Over the course of the last several games, an interesting and potentially underrated development has happened at the inside linebacker position, and it’s not the one that I wrote about earlier today in the starting lineup. In fact, it’s at the bottom of the roster, and that could have some implications for the return of Bud Dupree, potentially, in two weeks.
When the season started, it actually appeared as though second-year inside linebacker L.J. Fort might be the team’s top backup at the position, because he was the one who came in as an injury replacement in the season opener. On Sunday, he was the only one of the team’s six inside linebackers on the 53-man roster who was on the inactive list.
But over the past month or so, the Steelers have had so many injuries to manage that their inactive list virtually prevented them the luxury of having healthy scratches, which meant that fifth-year free agent signing Steven Johnson has been consistently getting a helmet—and he has also been consistently producing and contributing.
The Steelers signed him in order to replace Terence Garvin, who was a four-phase special-teams player for them by the end of his three seasons here. After they passed up extending him a restricted free agent tender, he became an unrestricted free agent and signed with Washington, so he did see his old teammates on opening day.
Johnson actually did not make the initial 53-man roster in a roster-move finagling in which Dupree needed to be on the opening-day 53-man roster to be eligible to return from injured reserve, but then the fact that he was on the inactive list clearly showed him to be on the bottom of the totem pole.
But he quickly racked up six special teams tackles and forced a fumble in a few games, and has now made Fort the healthy scratch from the inside linebacker position. That, plus his remaining practice squad eligibility, makes him vulnerable to being the victim of a roster move in order to bring Dupree back to the 53-man roster.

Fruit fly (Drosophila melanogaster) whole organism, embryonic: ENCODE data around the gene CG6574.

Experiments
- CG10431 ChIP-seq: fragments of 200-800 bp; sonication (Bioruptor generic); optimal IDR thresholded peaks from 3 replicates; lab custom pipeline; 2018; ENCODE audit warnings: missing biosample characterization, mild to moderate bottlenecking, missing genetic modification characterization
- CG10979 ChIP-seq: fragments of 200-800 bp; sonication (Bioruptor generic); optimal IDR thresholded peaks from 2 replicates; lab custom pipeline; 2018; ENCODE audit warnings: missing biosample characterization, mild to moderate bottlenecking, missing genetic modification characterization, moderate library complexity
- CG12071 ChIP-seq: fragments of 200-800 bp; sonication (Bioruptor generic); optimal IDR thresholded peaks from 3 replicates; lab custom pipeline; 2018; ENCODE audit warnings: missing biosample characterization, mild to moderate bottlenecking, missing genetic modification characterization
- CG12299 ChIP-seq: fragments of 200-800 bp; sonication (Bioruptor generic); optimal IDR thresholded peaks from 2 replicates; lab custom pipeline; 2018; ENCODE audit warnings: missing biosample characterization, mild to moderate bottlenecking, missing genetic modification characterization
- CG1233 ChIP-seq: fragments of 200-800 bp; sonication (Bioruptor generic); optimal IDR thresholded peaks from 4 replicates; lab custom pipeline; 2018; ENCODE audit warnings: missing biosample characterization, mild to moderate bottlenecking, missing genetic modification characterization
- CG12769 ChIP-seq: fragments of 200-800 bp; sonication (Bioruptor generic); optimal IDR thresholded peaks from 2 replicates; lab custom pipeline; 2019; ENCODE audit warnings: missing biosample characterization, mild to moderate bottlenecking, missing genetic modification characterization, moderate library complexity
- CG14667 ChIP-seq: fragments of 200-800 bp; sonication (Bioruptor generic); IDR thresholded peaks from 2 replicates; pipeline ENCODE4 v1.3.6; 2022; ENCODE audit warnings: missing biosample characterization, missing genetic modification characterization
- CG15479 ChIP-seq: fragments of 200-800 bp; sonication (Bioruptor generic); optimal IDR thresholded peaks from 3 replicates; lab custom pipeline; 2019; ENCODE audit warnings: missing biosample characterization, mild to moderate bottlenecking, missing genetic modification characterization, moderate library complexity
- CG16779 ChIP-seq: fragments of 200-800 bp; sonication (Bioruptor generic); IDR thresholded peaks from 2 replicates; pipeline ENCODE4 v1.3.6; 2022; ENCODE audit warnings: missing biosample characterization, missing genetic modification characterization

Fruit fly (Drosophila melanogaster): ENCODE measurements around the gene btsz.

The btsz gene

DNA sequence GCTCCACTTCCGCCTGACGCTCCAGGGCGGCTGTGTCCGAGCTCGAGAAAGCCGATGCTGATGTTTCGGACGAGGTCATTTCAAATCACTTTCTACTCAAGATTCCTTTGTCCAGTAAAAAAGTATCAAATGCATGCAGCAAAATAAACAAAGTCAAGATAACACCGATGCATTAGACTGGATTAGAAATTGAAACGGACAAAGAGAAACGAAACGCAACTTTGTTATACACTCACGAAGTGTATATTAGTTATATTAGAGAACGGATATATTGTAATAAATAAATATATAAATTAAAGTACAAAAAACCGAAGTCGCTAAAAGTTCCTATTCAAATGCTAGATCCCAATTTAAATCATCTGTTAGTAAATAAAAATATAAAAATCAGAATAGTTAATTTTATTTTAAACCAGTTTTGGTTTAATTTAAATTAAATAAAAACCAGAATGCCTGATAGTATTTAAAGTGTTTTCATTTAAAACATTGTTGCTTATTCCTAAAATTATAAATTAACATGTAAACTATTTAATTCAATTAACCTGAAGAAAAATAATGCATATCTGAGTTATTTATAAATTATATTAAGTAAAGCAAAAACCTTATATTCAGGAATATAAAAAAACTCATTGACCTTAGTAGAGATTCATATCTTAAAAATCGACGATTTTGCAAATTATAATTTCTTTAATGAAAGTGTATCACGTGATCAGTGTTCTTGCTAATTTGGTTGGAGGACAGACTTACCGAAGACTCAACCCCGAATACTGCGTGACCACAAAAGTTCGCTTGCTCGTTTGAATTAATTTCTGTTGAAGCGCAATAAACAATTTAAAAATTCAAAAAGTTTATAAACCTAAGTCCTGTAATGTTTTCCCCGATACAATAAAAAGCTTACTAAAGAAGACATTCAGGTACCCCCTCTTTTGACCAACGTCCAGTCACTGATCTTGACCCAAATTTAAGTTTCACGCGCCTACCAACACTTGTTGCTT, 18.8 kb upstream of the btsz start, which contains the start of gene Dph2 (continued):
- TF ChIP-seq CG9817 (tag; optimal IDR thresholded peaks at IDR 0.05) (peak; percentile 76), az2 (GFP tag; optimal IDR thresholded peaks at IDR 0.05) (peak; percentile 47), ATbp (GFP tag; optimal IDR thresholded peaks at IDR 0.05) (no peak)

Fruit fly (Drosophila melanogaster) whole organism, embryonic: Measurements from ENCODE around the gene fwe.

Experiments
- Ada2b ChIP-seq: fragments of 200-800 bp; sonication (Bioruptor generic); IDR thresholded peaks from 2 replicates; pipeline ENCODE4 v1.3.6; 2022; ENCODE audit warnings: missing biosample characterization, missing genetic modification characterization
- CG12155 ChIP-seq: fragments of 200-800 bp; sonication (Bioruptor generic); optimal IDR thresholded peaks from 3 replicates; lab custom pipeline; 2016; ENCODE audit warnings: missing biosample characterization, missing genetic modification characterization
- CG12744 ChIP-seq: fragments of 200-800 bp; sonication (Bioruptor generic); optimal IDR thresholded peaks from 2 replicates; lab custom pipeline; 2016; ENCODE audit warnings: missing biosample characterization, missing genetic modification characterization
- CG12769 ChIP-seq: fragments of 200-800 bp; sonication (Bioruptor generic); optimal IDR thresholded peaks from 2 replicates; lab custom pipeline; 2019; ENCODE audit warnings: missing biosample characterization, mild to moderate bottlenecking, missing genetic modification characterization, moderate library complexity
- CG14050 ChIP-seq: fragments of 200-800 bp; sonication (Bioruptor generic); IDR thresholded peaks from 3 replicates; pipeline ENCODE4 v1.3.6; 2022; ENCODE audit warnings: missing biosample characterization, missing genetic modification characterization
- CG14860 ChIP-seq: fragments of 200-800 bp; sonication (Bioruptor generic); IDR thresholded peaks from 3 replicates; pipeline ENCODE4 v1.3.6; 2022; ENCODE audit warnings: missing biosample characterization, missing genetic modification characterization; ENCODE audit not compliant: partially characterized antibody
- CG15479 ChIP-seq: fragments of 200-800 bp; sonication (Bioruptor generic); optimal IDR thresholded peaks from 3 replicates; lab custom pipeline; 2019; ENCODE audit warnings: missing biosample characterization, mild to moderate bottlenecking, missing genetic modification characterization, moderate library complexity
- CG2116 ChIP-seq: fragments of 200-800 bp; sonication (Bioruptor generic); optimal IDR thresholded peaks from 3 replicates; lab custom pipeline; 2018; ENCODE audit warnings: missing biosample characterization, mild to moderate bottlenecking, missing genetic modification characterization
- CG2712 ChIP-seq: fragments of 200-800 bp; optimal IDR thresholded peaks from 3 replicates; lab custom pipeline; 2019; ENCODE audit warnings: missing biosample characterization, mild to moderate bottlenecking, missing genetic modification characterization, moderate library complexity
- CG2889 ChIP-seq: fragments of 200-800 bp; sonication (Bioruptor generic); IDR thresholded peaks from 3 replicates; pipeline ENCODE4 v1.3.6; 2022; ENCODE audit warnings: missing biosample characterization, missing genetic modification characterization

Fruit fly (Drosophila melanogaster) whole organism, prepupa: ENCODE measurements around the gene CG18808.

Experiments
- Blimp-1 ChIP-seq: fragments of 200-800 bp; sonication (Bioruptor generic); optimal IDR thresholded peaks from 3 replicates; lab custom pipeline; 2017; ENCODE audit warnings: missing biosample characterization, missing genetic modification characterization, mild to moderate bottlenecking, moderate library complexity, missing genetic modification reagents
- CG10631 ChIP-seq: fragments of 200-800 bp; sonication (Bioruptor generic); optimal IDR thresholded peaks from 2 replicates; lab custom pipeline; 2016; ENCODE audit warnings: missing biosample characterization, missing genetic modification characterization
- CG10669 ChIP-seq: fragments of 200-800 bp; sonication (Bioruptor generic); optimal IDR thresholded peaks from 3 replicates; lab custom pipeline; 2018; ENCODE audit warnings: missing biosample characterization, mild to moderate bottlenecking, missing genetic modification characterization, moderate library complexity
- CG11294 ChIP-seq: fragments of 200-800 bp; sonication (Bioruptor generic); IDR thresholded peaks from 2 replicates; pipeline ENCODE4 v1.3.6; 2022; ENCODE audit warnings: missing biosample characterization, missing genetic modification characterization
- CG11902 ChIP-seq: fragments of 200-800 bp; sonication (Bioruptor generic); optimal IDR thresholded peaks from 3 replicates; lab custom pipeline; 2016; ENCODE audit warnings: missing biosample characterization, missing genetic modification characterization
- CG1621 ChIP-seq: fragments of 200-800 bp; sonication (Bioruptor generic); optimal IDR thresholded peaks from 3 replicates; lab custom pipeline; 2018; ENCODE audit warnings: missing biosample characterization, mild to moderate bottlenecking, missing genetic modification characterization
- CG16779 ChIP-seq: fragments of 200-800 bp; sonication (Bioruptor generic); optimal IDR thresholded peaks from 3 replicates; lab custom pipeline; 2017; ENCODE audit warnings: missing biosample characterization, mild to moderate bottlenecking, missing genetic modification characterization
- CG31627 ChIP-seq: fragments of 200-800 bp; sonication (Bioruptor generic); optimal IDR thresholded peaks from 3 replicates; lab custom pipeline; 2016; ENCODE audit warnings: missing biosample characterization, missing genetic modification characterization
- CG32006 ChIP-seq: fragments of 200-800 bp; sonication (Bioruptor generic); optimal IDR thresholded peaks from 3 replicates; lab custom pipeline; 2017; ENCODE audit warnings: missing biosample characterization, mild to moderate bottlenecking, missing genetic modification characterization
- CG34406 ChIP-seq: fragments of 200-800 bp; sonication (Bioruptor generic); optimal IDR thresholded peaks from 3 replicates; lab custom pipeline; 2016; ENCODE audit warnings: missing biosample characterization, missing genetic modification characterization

On Sunday, Johnson didn’t see any time on defense, but he did play 28 snaps on special teams, which accounts for 80 percent of the Steelers’ special teams snaps, and shows that he is now being used as a four-phase player—as, it is worth noting, is Tyler Matakevich, who also played 28 snaps.
Johnson did not register any tackles in the game, but he was responsible for downing a pair of punts, and it should be noted that almost all of the Steelers’ punts during the game were either downed, kicked out of bounds, fair caught, or blocked.
It appears to be proof positive that production will be rewarded, to see Johnson now playing on special teams, active over Fort, after earning his keep. One wonders if the initial leaning toward Fort had to do with the Steelers needing to develop a level of comfort with Matakevich, who has now had a couple of appearances on defense.